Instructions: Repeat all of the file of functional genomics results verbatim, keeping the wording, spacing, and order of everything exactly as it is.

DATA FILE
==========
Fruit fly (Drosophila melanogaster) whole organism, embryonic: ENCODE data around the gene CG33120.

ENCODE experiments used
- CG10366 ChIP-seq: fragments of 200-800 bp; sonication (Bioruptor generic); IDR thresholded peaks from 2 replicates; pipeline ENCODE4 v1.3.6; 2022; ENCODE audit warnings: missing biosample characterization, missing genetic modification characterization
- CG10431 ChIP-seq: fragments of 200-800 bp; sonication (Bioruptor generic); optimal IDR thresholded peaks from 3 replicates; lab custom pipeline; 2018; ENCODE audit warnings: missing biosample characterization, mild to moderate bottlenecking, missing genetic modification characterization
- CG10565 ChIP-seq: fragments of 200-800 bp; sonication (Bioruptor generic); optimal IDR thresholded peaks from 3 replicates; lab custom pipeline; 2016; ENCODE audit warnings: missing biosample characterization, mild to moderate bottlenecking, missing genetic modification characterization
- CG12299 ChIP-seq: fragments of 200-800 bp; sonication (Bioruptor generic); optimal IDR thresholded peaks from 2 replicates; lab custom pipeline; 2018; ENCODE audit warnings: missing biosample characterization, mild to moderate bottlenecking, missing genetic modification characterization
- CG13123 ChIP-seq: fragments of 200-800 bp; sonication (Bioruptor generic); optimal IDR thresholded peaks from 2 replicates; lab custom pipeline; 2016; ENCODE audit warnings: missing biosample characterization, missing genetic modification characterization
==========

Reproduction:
Fruit fly (Drosophila melanogaster) whole organism, embryonic: ENCODE data around the gene CG33120.

ENCODE experiments used
- CG10366 ChIP-seq: fragments of 200-800 bp; sonication (Bioruptor generic); IDR thresholded peaks from 2 replicates; pipeline ENCODE4 v1.3.6; 2022; ENCODE audit warnings: missing biosample characterization, missing genetic modification characterization
- CG10431 ChIP-seq: fragments of 200-800 bp; sonication (Bioruptor generic); optimal IDR thresholded peaks from 3 replicates; lab custom pipeline; 2018; ENCODE audit warnings: missing biosample characterization, mild to moderate bottlenecking, missing genetic modification characterization
- CG10565 ChIP-seq: fragments of 200-800 bp; sonication (Bioruptor generic); optimal IDR thresholded peaks from 3 replicates; lab custom pipeline; 2016; ENCODE audit warnings: missing biosample characterization, mild to moderate bottlenecking, missing genetic modification characterization
- CG12299 ChIP-seq: fragments of 200-800 bp; sonication (Bioruptor generic); optimal IDR thresholded peaks from 2 replicates; lab custom pipeline; 2018; ENCODE audit warnings: missing biosample characterization, mild to moderate bottlenecking, missing genetic modification characterization
- CG13123 ChIP-seq: fragments of 200-800 bp; sonication (Bioruptor generic); optimal IDR thresholded peaks from 2 replicates; lab custom pipeline; 2016; ENCODE audit warnings: missing biosample characterization, missing genetic modification characterization